My Unconventional Tech Journey

The long story of a mid career switcher from intelligence and invstigations to software engineering.

The US Army

Throughout primary and high school, my goal was to always become a ‘James Bond’ figure or some sort of ‘government agent’ because I was obsessed with the movies. Fun fact: My dad named me after Sean Connery. I knew I had to get my foot in the door somewhere and thought that military intelligence was a good way to go. Without telling my parents, I signed up for the Army at a recruiting office and luckily tested high enough to obtain an intelligence job. I know, ‘bad son’ move, but I didn’t want to follow the traditional Korean path of becoming a doctor, accountant, or engineer (funny how life works). Through my 8 years of service, I had the opportunity to work with the most brilliant minds in the country. The units I joined were full of unique, kind, and intelligent people. There, I got to work with many men and women from the three letter agencies I so longed for.. and thus I learned that the career I once dreamed of having was NOT for me. Every single person from those agencies had just one thing in common: they were all either divorced or never had the opportunity to start a family. I have nothing against that and I respect their service, but for me, starting a nucleus family is something I desire to do one day.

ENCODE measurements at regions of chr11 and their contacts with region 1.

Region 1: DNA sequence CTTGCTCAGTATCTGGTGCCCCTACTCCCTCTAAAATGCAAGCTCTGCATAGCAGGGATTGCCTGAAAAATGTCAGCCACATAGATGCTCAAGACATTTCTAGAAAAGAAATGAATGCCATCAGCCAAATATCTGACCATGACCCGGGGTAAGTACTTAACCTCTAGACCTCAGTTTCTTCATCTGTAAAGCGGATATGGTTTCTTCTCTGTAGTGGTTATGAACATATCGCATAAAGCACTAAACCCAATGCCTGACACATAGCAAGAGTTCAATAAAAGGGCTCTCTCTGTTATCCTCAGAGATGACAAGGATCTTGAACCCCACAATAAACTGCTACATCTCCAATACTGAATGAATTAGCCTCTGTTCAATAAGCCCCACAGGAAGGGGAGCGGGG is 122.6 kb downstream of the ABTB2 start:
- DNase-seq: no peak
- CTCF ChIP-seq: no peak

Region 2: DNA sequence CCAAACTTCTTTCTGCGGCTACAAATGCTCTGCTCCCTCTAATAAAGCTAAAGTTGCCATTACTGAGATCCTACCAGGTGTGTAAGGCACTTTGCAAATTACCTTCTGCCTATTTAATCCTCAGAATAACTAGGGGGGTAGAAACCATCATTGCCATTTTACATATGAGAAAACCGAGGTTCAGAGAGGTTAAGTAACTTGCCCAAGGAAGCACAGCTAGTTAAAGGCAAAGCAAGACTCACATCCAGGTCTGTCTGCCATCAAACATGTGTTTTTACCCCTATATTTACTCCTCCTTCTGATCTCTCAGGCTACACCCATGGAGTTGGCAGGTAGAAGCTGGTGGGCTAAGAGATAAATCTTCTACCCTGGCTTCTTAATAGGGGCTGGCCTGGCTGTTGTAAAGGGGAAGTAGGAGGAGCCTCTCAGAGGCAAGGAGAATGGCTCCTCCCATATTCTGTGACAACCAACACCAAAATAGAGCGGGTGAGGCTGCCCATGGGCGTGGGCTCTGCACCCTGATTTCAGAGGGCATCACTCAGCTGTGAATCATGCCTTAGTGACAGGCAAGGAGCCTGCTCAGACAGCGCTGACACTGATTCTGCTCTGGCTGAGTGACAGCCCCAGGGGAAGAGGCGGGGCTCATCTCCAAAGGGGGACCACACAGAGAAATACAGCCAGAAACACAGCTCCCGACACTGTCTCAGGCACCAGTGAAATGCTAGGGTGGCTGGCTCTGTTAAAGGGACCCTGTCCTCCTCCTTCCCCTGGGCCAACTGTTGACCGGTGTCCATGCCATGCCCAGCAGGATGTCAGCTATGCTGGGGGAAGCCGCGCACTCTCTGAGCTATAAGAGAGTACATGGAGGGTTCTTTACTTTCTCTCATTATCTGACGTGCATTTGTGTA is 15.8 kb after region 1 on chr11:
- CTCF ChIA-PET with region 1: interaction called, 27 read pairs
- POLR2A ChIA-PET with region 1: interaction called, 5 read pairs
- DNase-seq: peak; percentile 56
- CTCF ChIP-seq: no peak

Once I figured that out, I was quite unsure of what to do career-wise. I naturally utilized my skills and credentials from the Army Intelligence service and entered the private sector.

Investigations & Finance

I started my first career job outside of the military at a private investigations firm based in SoCal making just $2 above minimum wage and boy was it an adventure. I started in the field conducting surveillance on people committing fraud and as exhilarating as it sounds, I wanted to work in the office. Thanks to the skills I learned in the Army, I proved that my value reached beyond field work. I quickly became a regular in the office and eventually ran all operations and training for every investigator in the country. It was a tedious job but I did it well and implemented mission critical software that dramatically improved internal metrics for performance and overhead. The software project was my baby and I made sure to train other members of the team on how to utilize it before I left.

I eventually went on to conduct financial investigations at a startup that focused on due diligence processes for various financial firms (banks, VC, PE, etc.). There, I quickly proved knowledge and capability (again thanks to my Army intelligence experience) and over time became a senior vice president at the firm. At that point in the company, I saw the transformation from a small group working in very bespoke requests into a large scale operation with high profile clients. I had the traditional ideal of success, but I was not exactly happy or satisfied. The outlook of my career in the niche space seemed extremely narrow and if there is one thing that I know about myself, it’d be that I do not like being boxed in. I got bored, very bored and I couldn’t see myself engaged in something with no growth or new knowledge. I was in search for something more and eventually found that spark in tech